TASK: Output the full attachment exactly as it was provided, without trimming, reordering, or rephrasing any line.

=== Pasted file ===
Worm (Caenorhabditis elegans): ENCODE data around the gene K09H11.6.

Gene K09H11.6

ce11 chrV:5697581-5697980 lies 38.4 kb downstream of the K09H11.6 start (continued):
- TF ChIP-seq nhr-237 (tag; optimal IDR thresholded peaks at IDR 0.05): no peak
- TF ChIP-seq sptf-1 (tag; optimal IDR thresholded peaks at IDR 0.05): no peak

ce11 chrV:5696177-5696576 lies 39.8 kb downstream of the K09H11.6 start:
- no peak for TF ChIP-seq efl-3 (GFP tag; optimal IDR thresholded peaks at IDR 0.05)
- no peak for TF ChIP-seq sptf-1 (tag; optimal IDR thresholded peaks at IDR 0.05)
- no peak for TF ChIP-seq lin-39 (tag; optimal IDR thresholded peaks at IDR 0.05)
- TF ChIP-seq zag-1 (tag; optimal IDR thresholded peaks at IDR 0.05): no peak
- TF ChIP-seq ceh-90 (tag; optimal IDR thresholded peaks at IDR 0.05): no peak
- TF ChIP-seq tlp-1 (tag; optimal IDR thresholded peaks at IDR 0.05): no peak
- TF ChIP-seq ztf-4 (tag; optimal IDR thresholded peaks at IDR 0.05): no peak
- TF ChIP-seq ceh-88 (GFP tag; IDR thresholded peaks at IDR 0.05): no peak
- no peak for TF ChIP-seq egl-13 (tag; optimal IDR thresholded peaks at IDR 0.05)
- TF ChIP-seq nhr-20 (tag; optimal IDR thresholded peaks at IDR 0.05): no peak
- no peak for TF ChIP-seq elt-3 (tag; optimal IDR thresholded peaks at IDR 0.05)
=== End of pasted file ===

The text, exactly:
Worm (Caenorhabditis elegans): ENCODE data around the gene K09H11.6.

Gene K09H11.6

ce11 chrV:5697581-5697980 lies 38.4 kb downstream of the K09H11.6 start (continued):
- TF ChIP-seq nhr-237 (tag; optimal IDR thresholded peaks at IDR 0.05): no peak
- TF ChIP-seq sptf-1 (tag; optimal IDR thresholded peaks at IDR 0.05): no peak

ce11 chrV:5696177-5696576 lies 39.8 kb downstream of the K09H11.6 start:
- no peak for TF ChIP-seq efl-3 (GFP tag; optimal IDR thresholded peaks at IDR 0.05)
- no peak for TF ChIP-seq sptf-1 (tag; optimal IDR thresholded peaks at IDR 0.05)
- no peak for TF ChIP-seq lin-39 (tag; optimal IDR thresholded peaks at IDR 0.05)
- TF ChIP-seq zag-1 (tag; optimal IDR thresholded peaks at IDR 0.05): no peak
- TF ChIP-seq ceh-90 (tag; optimal IDR thresholded peaks at IDR 0.05): no peak
- TF ChIP-seq tlp-1 (tag; optimal IDR thresholded peaks at IDR 0.05): no peak
- TF ChIP-seq ztf-4 (tag; optimal IDR thresholded peaks at IDR 0.05): no peak
- TF ChIP-seq ceh-88 (GFP tag; IDR thresholded peaks at IDR 0.05): no peak
- no peak for TF ChIP-seq egl-13 (tag; optimal IDR thresholded peaks at IDR 0.05)
- TF ChIP-seq nhr-20 (tag; optimal IDR thresholded peaks at IDR 0.05): no peak
- no peak for TF ChIP-seq elt-3 (tag; optimal IDR thresholded peaks at IDR 0.05)